“We would have done much better if we had not crossed the Niemen,” he said, directly prophetically. The Marshal had already dealt with hares in 1807 and knew that they were not going well with Bonaparte.
With a kalashny snout in the eared row
This was the year when the empire of Napoleon was at the zenith of its power.
The emperor simply was not equal in Europe. With Russia, he concluded the Peace of Tilsit, Emperor Alexander I became an adored partner and friend.
Austria? The emperor was soon to marry an Austrian princess, and Austria would become the same “partner”, even more tame. Relatives he massively attached to all sorts of thrones: once they can not use their heads for their intended purpose, so even though the crowns are worn in the name of the interests of the French emperor … It’s time to celebrate with some performance the successes of the homeless star of world politics!
Chief of Staff Louis Alexander Berthier decided that now is the time to drive to the beloved monarch and stake out his special position. He knocked out the right to organize a grandiose hunt in his estate.
All the military surrounding Bonaparte had their talents. Talent Berthier was meticulous. He could not allow the hunt to fail. And how does the emperor not see the hare? Or will not get into it?
This event was described in the book Napoleon’s Campaigns by Napoleon historian David Chandler. The case was in July 1807. Hunters left in the field, saw the game, began to shoot.
Soon strangeness was revealed: the animals did not disperse, but the hunters counterattacked.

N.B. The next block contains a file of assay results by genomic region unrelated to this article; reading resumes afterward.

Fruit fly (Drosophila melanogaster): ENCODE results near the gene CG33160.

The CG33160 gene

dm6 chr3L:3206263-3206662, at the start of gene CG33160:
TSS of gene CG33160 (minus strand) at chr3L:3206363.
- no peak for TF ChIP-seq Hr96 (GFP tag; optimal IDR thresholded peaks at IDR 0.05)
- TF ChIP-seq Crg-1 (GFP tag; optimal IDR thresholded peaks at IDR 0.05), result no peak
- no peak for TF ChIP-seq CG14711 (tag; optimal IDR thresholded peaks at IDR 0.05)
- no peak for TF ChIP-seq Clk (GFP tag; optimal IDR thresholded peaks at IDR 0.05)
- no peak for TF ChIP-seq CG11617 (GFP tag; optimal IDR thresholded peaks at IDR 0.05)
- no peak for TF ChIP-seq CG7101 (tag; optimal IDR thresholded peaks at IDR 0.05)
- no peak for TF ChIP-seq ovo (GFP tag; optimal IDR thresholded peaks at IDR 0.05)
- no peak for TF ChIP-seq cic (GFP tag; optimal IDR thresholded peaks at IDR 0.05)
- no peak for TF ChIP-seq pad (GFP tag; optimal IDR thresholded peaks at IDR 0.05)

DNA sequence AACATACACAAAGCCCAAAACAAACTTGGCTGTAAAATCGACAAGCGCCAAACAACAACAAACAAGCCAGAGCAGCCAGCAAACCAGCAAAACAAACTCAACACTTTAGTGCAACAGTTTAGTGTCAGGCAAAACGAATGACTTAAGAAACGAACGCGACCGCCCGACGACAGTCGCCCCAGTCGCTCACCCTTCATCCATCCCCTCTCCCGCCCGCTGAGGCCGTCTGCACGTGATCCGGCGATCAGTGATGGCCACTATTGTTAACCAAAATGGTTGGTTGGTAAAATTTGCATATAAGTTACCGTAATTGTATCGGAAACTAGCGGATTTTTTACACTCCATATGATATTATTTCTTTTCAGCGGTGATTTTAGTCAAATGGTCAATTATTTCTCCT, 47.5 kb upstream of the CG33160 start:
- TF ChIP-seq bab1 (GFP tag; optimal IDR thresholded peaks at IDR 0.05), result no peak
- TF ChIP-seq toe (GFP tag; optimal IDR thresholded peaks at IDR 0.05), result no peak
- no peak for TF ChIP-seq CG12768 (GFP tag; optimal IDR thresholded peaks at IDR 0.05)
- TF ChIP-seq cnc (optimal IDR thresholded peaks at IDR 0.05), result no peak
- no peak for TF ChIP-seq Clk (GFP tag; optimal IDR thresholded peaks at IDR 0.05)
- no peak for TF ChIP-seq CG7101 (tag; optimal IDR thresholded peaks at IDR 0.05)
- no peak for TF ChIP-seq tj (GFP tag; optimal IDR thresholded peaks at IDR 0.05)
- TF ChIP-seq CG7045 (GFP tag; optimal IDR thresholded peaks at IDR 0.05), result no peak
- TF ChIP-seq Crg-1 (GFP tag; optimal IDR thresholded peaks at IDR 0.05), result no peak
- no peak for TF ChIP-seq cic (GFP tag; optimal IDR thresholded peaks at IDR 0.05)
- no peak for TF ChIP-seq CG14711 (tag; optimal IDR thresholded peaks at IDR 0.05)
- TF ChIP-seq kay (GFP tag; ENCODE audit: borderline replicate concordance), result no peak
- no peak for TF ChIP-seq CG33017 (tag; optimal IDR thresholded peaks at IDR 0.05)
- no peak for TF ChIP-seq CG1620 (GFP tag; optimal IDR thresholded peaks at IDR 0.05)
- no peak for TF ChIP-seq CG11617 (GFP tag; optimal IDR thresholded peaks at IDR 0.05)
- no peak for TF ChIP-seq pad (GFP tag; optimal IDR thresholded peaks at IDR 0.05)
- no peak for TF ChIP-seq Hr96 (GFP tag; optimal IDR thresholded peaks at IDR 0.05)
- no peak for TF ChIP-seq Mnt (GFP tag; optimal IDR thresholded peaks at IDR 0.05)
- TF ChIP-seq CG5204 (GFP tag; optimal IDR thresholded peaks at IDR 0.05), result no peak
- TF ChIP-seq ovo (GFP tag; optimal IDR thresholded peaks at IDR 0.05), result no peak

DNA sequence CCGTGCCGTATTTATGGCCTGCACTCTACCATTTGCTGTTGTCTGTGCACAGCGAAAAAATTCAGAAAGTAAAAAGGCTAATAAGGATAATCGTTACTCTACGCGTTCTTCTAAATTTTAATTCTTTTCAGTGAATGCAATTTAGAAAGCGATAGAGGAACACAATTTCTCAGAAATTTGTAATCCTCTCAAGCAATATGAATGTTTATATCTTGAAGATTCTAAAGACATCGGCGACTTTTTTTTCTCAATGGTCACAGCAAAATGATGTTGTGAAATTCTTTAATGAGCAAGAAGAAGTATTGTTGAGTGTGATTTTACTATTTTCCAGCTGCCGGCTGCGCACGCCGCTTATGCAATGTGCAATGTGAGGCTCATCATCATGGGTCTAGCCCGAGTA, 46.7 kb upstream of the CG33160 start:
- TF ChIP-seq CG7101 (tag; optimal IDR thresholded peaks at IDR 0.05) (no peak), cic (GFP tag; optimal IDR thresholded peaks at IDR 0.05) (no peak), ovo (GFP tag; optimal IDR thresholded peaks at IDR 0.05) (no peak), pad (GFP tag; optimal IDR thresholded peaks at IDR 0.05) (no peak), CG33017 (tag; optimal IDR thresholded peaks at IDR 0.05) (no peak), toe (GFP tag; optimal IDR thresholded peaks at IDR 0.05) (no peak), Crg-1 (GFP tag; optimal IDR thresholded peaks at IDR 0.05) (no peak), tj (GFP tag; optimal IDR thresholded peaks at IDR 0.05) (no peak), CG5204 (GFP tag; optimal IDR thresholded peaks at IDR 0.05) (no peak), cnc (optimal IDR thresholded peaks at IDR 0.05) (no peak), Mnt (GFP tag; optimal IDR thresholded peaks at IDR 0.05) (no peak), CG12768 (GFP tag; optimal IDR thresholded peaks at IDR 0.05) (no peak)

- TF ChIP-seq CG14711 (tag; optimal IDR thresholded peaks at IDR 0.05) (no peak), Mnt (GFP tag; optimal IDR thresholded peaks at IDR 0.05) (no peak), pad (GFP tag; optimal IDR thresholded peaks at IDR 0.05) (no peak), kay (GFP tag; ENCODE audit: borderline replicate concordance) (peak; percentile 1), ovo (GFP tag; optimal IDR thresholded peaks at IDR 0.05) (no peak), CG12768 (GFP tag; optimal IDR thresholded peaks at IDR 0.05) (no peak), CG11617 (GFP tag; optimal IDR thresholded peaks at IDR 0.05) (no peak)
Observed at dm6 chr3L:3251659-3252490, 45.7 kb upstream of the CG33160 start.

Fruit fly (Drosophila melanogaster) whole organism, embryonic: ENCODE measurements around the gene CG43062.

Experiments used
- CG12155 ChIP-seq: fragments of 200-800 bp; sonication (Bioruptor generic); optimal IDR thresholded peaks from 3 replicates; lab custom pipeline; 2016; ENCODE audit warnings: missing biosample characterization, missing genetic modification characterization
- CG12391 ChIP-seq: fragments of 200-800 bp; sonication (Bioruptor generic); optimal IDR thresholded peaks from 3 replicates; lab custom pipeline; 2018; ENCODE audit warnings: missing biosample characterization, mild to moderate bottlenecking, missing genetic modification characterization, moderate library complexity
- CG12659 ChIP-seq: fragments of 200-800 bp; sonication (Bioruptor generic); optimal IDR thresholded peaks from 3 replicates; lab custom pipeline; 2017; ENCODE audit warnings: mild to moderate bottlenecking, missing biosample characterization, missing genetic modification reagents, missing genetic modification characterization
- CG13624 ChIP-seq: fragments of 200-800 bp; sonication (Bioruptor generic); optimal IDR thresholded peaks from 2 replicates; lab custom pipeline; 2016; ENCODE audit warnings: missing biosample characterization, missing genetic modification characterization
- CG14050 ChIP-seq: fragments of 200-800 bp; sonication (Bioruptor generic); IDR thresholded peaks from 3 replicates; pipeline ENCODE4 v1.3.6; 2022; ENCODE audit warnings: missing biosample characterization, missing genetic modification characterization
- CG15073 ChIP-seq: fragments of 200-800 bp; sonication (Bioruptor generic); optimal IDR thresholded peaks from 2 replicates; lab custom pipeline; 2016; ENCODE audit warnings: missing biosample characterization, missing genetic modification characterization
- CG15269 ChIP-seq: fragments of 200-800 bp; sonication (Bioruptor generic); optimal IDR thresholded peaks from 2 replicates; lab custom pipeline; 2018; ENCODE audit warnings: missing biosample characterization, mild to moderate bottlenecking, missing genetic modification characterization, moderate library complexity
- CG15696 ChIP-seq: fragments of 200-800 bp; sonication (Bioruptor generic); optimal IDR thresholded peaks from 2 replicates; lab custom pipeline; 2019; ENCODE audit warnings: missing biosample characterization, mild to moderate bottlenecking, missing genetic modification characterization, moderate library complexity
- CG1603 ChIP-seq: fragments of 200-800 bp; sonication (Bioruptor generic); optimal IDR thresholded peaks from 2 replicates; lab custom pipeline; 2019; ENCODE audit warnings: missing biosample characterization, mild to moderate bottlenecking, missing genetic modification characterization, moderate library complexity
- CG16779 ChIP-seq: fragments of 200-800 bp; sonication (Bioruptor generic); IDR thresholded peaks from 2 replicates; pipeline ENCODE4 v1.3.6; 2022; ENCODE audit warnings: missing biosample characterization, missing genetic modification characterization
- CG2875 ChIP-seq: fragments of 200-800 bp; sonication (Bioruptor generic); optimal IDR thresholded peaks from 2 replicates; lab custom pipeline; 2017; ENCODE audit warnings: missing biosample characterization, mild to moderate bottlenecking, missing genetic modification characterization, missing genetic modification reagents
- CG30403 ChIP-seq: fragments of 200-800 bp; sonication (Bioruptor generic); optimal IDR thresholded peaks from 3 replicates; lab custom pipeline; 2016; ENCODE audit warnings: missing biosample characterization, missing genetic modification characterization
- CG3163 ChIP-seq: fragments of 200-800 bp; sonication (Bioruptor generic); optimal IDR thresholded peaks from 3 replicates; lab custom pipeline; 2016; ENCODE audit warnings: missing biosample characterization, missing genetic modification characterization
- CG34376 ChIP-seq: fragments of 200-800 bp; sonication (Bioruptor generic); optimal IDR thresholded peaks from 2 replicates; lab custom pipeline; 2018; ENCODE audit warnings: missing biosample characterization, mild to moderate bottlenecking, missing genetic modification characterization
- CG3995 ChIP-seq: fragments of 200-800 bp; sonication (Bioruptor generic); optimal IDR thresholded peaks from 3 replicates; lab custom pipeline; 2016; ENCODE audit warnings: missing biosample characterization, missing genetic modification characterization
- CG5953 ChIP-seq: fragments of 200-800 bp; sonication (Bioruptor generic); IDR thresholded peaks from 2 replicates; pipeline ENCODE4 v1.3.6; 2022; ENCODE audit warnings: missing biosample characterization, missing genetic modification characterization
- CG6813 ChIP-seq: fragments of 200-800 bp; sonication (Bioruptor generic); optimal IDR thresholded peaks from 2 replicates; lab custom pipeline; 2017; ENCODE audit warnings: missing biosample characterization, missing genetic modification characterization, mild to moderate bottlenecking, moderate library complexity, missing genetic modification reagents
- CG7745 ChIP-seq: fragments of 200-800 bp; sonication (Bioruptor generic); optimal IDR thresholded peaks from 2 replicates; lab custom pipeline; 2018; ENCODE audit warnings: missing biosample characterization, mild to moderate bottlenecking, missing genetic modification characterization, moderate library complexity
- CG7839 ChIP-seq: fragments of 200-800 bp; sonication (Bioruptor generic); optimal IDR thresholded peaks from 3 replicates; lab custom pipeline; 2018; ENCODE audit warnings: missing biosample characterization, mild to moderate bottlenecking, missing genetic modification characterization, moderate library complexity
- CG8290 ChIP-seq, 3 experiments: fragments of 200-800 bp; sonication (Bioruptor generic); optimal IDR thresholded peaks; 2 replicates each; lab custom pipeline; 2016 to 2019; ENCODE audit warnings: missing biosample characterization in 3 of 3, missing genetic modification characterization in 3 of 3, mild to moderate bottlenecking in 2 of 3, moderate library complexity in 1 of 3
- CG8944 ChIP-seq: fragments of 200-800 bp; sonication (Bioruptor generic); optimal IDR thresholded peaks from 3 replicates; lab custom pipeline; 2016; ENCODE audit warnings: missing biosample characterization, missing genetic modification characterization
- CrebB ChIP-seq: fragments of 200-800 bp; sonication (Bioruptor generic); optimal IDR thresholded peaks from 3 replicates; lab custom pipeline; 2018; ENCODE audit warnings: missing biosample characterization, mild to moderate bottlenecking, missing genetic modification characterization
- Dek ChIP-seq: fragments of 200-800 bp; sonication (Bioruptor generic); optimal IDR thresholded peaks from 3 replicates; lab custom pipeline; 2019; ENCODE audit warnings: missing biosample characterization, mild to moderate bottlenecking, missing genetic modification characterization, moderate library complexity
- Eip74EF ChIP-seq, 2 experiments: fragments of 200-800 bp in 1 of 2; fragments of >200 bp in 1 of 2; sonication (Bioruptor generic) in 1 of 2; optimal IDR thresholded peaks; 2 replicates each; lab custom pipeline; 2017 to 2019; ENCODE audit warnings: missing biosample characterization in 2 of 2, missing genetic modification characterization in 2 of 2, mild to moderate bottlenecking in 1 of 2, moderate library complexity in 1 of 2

Zaytsev became more and more. At first it caused laughter. They were pounded to the right and left with sticks and musket butts, optimists still tried to shoot back. But the animals did not even think of retreating.
The shots did not frighten them, the rabbits arranged a zerg-rush (meme from the game StarCraft, any mass poorly organized raid in which an attempt is made to take the crowd.) – Ed.). They climbed into the carriages of the courtiers, crawled along the jackets of illustrious generals, climbed into the ladies’ skirts and selflessly climbed the elk of the courtiers.
Laughter gave way to anxiety. After some time, the great commander could not stand it and decided to give a dope. He was given a carriage. The fluffy horde (according to Chandler, the rabbits understood in the strategy of more than many generals) broke into two streams and struck from the flanks. Under the feet of the emperor, the hares were swarming, but he heroically climbed into the carriage and she jerked from her seat. Napoleon threw into the window those animals that had time to jump inside, and the nightmare ended.
The reason was that Berthier for hare hunting bought on farms three thousand rabbits. And, as it turned out, rabbits are not only valuable fur, but also two kilograms of frostbite. They were kept in cages, and at the beginning of the hunt they released on the field.
Whether they were accustomed to compete for food, the animals decided that the emperor now is their porridge and breadwinner, or whether these animals showed strangely enough stress. As a result, they inflicted on the Emperor and his generals the most shameful of possible defeats – the foreshadowing of the future defeat.
Morality? And there is nothing to offend the hares and invade foreign countries.